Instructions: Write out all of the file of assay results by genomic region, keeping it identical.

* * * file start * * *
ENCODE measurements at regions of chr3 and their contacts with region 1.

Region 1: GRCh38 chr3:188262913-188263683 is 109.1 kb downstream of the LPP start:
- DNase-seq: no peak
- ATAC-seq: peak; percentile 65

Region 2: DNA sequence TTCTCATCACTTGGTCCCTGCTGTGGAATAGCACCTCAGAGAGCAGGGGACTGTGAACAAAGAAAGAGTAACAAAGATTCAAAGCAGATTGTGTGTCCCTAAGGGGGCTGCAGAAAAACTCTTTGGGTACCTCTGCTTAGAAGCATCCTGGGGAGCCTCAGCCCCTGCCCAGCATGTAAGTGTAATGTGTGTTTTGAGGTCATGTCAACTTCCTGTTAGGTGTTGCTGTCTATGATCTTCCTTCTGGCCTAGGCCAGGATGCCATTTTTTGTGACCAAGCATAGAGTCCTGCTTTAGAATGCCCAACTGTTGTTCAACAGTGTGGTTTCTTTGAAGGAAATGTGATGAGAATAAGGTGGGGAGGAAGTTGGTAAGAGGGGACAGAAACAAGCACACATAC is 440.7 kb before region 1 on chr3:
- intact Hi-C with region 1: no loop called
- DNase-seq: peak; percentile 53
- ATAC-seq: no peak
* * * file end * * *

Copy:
ENCODE measurements at regions of chr3 and their contacts with region 1.

Region 1: GRCh38 chr3:188262913-188263683 is 109.1 kb downstream of the LPP start:
- DNase-seq: no peak
- ATAC-seq: peak; percentile 65

Region 2: DNA sequence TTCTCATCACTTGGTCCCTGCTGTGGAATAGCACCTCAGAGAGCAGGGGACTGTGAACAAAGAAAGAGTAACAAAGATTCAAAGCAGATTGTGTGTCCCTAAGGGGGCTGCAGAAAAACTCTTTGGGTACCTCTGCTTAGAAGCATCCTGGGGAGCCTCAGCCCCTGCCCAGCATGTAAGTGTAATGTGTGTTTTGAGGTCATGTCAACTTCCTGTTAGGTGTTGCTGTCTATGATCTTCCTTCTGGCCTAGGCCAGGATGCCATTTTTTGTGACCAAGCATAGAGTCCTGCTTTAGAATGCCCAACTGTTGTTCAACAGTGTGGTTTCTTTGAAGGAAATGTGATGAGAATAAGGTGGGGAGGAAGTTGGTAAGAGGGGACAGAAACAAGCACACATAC is 440.7 kb before region 1 on chr3:
- intact Hi-C with region 1: no loop called
- DNase-seq: peak; percentile 53
- ATAC-seq: no peak